Most people believe that if they keep their password private and don’t click suspicious links, their email is safe. The truth, unfortunately, is far less comforting. Hackers have an array of powerful tools to spy on your personal data. They can steal login information you leave behind on a public computer. They can use sophisticated programs to crack passwords. They can even intercept unencrypted emails as they travel from your computer to your recipient’s inbox.
Just thinking that you’re secure isn’t enough — you need to take precautions against criminals trying to break into your inbox. Not sure what might threaten your inbox? Read our guide below on the three email security issues that you likely don’t even know you have.
Weak passwords are one of the most common email security issues. It’s not enough to avoid obvious passwords like “123456,” “football,” or “password” — using your pet’s name, plus some capitals and numbers, just won’t cut it.
If you’re using personal information to generate your password, like the names of family members, your birth date, or the name of your pet, then your password is ridiculously easy to crack. A secure password needs to be at least 12 characters long (though you should try to exceed that number) and it should consist of upper and lowercase letters. (We prefer to use the CorrectHorseBatteryStaple method.)
Multi-factor authentication will make your account even more secure by requiring multiple pieces of information to log in. For example, Google’s 2-Step Verification texts you a 4-digit pin when you want to login. Even if a hacker can guess your password, they won’t be able to access your account without your cell phone.
There’s nothing inherently wrong with sending sensitive data through email – as long as it’s encrypted. Unfortunately, your account probably isn’t as well-protected as you think it is, and that can cause serious email security issues.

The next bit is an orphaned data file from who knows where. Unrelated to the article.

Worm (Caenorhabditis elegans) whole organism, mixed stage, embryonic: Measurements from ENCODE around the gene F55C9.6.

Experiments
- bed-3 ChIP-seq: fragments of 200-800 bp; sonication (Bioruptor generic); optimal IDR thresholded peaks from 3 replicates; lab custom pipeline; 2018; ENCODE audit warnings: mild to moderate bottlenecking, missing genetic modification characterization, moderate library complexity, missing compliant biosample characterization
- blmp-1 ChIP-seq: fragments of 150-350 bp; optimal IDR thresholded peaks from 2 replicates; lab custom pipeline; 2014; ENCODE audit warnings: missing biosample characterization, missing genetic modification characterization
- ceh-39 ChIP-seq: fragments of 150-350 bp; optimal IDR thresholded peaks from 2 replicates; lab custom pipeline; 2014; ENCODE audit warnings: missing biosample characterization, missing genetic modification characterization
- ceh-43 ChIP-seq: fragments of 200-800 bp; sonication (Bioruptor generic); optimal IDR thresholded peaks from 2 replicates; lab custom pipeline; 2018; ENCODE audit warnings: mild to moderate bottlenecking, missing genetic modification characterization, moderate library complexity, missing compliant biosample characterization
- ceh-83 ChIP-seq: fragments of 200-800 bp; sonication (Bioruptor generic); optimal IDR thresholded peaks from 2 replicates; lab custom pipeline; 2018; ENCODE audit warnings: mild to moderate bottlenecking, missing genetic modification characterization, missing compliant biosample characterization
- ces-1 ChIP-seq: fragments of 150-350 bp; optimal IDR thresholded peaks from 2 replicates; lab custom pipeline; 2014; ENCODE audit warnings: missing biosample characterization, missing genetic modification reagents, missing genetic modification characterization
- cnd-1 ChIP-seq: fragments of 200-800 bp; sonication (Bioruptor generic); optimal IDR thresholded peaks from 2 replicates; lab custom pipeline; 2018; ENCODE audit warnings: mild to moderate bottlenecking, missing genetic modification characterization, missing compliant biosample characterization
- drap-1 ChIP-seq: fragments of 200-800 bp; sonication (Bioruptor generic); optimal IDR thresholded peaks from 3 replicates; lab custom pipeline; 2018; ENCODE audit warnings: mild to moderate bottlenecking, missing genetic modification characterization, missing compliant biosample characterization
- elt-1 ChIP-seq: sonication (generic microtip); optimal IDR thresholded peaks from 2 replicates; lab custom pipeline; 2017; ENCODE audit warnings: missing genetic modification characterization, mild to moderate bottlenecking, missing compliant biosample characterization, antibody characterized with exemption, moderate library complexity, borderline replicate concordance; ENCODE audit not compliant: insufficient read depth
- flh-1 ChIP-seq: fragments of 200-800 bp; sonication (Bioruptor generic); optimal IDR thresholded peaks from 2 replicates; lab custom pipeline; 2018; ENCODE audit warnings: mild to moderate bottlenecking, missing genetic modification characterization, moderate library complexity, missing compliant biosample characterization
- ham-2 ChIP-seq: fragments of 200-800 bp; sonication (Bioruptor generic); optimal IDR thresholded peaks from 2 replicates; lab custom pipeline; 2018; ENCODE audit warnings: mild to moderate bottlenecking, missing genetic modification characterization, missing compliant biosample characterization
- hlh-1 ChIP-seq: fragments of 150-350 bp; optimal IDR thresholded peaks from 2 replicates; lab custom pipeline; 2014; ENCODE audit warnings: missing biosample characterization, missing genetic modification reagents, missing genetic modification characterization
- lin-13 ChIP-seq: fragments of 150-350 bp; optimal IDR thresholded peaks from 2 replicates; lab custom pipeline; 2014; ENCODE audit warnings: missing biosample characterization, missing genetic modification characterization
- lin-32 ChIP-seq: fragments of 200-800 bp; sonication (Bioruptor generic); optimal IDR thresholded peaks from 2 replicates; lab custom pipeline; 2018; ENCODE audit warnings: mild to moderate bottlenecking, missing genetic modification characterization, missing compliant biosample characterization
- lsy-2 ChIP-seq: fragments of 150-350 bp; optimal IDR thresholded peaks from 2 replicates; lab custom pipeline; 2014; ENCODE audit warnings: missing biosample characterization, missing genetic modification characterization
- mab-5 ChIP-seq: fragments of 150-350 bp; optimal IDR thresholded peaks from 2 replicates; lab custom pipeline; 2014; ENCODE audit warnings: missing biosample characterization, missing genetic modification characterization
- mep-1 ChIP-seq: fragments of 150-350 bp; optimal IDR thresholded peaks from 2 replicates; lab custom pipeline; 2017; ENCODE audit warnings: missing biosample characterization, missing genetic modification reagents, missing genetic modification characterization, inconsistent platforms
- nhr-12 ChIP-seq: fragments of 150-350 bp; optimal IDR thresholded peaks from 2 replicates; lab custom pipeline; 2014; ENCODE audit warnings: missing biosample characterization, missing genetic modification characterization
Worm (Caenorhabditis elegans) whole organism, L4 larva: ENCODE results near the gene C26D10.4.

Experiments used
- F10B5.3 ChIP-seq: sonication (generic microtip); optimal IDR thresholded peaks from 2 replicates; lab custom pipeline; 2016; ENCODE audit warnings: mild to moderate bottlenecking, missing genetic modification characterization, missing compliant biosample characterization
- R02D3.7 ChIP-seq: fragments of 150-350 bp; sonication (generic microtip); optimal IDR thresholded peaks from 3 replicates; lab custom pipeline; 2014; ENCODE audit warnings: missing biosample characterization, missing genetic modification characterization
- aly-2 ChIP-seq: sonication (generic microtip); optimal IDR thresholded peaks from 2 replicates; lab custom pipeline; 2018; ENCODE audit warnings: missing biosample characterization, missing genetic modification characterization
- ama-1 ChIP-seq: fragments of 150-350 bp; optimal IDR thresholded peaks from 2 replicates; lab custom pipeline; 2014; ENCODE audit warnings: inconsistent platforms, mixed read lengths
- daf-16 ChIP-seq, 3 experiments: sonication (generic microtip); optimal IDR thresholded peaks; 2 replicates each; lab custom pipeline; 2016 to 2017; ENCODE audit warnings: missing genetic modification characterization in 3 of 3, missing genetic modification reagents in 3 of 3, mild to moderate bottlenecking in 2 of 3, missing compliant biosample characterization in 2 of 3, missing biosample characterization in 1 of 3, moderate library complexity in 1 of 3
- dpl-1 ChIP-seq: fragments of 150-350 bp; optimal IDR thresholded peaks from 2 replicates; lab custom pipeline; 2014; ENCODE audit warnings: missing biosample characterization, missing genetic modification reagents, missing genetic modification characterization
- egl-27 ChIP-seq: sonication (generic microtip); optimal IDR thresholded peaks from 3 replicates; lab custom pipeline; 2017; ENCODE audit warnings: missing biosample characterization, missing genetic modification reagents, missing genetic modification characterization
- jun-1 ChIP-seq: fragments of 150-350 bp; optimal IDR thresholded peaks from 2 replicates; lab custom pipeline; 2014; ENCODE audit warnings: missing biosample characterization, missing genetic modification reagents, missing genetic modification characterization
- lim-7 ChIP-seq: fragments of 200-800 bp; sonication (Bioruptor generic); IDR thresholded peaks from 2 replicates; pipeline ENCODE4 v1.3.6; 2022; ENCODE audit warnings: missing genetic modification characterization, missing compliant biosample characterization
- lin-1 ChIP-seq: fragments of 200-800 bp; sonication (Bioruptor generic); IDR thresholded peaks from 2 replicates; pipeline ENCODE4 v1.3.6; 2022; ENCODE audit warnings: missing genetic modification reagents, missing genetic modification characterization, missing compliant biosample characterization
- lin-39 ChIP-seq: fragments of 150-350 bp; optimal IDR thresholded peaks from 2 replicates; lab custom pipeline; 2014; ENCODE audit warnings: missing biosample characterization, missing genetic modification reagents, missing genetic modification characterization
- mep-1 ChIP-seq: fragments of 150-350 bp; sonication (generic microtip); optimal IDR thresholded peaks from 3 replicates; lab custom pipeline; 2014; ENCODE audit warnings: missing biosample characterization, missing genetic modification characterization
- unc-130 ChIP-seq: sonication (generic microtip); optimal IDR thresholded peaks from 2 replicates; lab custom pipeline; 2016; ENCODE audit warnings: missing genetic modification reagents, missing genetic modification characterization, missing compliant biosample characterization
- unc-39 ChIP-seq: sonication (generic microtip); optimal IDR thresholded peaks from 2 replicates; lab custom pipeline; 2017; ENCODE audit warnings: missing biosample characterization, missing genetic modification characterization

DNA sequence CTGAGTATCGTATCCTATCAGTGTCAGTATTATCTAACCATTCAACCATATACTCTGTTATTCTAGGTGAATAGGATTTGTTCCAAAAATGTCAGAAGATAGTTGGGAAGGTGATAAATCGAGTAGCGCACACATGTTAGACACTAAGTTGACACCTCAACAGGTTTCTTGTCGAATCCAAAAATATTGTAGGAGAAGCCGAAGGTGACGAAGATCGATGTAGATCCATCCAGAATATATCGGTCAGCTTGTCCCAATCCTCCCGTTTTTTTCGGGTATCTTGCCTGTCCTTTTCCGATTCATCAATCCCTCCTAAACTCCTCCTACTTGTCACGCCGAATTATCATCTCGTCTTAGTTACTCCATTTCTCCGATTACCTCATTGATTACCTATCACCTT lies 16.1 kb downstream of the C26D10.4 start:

Have you ever ordered something you wouldn’t want everyone to know about, or logged into a site that you’d like to keep private? That info has probably gone through your email. Add in travel reservations, doctor’s appointment confirmations, receipts, bank account info, and personal messages, and there’s enough information to seriously derail your life, if it falls into the wrong hands.
If you want that information to secure, it has to be encrypted. If it isn’t — even if you have the strongest password in the world — that data is still vulnerable.
Many webmail programs, such as Gmail, have native encryption. Unfortunately, it can still become unencrypted email on its way to the recipient, making it vulnerable to hackers.
When you send a Gmail message, it goes to a Google server as an encrypted message — however, security issues can crop up when it jumps to your recipient’s server. If that server doesn’t support encryption, Google will send an unencrypted message, which can be read by anyone. Depending on the recipient’s email server, your message might also be exposed when it travels to your recipient’s computer.
You can’t just rely on the default encryption used by your email client to protect you — you must verify that your email encryption is data-centric, meaning that your message is encrypted from the time you send it to the time it arrives.
Good security practices can decrease the risk of having your email compromised, but they can’t eliminate it. To do that, you need a client-side encryption solution, which ensures your email is secure from the time you send it to the time it arrives at its destination. Virtru is designed to be the easiest way to encrypt email and solve your email security issues — there’s no need to exchange keys, or to use complex programs that take hours to setup. Once the Virtru plugin is installed, your email is encrypted with the flip of a switch — it’s that simple.
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